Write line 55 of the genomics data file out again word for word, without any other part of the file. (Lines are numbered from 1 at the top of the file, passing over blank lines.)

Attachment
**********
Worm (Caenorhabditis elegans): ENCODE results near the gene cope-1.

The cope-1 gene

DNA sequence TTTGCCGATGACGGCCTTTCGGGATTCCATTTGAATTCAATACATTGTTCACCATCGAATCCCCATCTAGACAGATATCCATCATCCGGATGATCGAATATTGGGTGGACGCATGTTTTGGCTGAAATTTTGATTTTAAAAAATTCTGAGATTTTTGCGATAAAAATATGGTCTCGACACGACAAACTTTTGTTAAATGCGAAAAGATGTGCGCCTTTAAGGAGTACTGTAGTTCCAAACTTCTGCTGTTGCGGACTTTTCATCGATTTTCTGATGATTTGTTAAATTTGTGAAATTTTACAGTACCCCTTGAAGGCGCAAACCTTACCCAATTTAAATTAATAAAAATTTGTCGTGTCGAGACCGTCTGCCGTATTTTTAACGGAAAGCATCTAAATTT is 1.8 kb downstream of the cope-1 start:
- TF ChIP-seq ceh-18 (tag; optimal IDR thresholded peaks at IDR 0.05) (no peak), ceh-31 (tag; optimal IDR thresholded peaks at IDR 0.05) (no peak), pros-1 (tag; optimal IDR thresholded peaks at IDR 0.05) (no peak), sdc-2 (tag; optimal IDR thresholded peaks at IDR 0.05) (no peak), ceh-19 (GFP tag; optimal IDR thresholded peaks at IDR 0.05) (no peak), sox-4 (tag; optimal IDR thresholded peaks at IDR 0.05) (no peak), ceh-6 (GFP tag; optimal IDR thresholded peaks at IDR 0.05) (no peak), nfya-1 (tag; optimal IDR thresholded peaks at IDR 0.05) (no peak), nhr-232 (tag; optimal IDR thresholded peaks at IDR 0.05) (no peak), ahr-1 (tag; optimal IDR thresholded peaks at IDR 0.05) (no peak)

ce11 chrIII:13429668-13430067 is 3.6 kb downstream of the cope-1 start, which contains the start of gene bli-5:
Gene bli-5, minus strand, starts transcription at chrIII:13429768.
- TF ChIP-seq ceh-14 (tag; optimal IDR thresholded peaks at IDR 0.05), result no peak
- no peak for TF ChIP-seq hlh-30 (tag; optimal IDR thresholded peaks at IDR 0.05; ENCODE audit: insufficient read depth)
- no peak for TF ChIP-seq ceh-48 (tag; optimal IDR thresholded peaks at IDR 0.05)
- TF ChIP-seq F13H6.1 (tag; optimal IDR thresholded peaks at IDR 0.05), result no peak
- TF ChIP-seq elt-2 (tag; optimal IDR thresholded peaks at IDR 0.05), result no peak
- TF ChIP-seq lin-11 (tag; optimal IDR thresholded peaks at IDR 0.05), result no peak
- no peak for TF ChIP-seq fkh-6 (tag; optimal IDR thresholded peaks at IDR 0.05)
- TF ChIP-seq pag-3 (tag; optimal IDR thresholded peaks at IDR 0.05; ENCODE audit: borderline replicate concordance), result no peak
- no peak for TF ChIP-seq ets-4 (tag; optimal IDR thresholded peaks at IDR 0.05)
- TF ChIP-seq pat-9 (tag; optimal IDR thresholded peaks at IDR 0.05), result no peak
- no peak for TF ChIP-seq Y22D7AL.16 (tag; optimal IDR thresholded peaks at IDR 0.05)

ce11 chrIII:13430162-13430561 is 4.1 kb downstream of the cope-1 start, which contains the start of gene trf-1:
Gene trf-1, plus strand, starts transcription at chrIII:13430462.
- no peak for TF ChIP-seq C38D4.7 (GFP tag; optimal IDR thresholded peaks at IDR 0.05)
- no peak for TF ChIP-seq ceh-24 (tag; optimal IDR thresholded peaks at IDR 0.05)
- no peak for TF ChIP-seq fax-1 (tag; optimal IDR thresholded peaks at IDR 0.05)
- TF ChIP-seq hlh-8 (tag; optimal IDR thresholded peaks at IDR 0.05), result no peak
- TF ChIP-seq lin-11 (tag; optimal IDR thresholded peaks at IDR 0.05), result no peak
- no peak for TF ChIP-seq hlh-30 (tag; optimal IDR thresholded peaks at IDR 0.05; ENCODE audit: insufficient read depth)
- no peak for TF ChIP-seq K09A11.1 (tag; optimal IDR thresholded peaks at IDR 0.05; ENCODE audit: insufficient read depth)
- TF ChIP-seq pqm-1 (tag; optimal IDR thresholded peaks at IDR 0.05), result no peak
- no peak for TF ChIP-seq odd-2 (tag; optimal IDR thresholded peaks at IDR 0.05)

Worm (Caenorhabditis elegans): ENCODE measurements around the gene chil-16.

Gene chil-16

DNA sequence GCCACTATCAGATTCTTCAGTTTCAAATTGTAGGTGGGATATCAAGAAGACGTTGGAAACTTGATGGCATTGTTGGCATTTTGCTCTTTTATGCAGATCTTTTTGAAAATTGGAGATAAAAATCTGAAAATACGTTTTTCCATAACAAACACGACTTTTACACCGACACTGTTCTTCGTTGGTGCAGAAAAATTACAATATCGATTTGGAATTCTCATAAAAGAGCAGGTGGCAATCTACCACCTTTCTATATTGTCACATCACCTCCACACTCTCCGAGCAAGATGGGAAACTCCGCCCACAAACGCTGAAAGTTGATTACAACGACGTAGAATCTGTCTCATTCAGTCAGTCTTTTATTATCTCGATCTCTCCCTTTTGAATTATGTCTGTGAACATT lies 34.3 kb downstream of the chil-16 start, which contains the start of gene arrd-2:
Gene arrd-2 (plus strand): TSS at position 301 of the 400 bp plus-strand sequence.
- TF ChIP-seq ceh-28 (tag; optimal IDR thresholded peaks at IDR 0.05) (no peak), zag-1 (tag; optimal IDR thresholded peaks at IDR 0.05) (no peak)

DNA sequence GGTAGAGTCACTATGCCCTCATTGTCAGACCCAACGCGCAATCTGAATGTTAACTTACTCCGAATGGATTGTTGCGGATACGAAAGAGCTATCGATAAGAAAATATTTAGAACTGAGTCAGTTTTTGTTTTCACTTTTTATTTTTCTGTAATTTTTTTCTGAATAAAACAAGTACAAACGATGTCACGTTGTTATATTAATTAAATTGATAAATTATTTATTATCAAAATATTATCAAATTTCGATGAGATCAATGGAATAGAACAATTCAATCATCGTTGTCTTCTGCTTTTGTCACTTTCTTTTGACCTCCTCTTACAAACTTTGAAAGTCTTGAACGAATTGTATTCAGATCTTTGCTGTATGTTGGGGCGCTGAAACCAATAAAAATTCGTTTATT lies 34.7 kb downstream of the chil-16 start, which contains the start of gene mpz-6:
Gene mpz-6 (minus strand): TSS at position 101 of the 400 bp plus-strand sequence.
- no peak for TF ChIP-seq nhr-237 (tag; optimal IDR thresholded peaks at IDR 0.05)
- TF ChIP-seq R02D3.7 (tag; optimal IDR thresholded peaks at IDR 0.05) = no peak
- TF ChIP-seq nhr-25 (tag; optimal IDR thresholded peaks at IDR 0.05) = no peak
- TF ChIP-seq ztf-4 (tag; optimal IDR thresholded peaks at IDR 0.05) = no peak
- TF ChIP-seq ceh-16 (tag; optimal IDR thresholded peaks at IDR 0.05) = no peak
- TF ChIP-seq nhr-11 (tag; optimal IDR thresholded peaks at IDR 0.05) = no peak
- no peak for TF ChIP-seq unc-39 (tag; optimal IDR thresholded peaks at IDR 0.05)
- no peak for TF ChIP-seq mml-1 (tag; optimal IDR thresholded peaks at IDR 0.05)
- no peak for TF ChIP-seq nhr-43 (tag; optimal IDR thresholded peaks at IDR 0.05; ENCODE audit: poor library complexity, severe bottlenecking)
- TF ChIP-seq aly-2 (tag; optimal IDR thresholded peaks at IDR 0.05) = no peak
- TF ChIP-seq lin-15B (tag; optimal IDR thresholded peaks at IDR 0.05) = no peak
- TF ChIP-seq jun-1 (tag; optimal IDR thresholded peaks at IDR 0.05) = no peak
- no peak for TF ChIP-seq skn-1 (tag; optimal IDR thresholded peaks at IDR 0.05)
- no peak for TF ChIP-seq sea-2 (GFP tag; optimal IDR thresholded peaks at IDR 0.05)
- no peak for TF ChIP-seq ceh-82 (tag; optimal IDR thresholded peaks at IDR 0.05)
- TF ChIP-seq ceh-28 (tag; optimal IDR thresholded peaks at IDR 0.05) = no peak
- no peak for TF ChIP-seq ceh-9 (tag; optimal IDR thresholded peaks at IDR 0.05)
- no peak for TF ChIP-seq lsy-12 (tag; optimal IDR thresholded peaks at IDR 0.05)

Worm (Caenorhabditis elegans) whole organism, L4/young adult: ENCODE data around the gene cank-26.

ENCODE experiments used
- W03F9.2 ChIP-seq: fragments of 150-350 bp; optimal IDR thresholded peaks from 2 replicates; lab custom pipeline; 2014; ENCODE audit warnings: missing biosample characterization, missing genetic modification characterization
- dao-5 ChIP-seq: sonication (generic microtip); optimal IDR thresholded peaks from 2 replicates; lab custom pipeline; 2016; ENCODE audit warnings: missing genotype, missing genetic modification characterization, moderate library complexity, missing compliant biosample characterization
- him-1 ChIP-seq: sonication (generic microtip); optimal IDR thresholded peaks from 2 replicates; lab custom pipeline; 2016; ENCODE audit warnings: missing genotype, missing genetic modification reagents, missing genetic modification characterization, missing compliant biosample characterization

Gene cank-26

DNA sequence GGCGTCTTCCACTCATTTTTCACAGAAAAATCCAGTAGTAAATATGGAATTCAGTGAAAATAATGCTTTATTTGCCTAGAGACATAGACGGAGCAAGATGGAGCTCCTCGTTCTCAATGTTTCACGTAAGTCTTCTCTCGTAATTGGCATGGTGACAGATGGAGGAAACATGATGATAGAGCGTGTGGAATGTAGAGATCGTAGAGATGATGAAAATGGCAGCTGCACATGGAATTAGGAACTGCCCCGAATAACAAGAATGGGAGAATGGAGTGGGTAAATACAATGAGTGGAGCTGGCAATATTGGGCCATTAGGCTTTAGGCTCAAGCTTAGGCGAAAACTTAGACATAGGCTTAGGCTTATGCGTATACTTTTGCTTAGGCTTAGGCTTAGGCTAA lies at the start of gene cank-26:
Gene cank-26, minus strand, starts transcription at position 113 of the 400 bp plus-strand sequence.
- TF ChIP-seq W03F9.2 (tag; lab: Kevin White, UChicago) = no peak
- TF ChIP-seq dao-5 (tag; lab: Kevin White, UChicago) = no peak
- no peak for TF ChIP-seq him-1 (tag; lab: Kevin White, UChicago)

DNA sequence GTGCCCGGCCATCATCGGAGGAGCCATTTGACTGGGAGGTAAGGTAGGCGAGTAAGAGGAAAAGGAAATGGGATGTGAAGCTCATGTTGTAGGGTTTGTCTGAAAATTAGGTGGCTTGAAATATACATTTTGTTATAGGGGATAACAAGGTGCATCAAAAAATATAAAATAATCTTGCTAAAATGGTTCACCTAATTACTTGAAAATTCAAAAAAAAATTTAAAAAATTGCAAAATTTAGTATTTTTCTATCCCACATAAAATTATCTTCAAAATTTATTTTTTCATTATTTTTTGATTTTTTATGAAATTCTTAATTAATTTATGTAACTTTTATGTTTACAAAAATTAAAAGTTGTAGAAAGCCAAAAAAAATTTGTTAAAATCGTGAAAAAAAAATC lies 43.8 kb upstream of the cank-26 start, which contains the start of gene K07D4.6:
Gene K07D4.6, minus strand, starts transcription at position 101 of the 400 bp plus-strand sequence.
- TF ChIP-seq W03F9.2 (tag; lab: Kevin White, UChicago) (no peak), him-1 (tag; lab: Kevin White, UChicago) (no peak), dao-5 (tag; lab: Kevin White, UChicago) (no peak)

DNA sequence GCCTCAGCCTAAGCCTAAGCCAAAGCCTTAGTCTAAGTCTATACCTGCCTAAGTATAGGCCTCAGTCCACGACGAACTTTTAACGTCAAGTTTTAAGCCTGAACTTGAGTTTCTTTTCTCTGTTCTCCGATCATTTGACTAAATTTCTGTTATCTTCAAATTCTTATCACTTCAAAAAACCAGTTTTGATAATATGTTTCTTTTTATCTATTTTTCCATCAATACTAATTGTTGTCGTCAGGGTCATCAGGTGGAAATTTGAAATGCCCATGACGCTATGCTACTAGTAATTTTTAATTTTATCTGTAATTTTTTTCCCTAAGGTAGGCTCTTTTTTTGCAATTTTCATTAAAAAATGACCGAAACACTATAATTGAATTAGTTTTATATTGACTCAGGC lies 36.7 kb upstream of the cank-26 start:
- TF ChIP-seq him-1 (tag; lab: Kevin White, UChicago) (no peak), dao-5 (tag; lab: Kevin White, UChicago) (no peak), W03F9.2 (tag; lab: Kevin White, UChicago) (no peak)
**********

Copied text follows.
ENCODE experiments used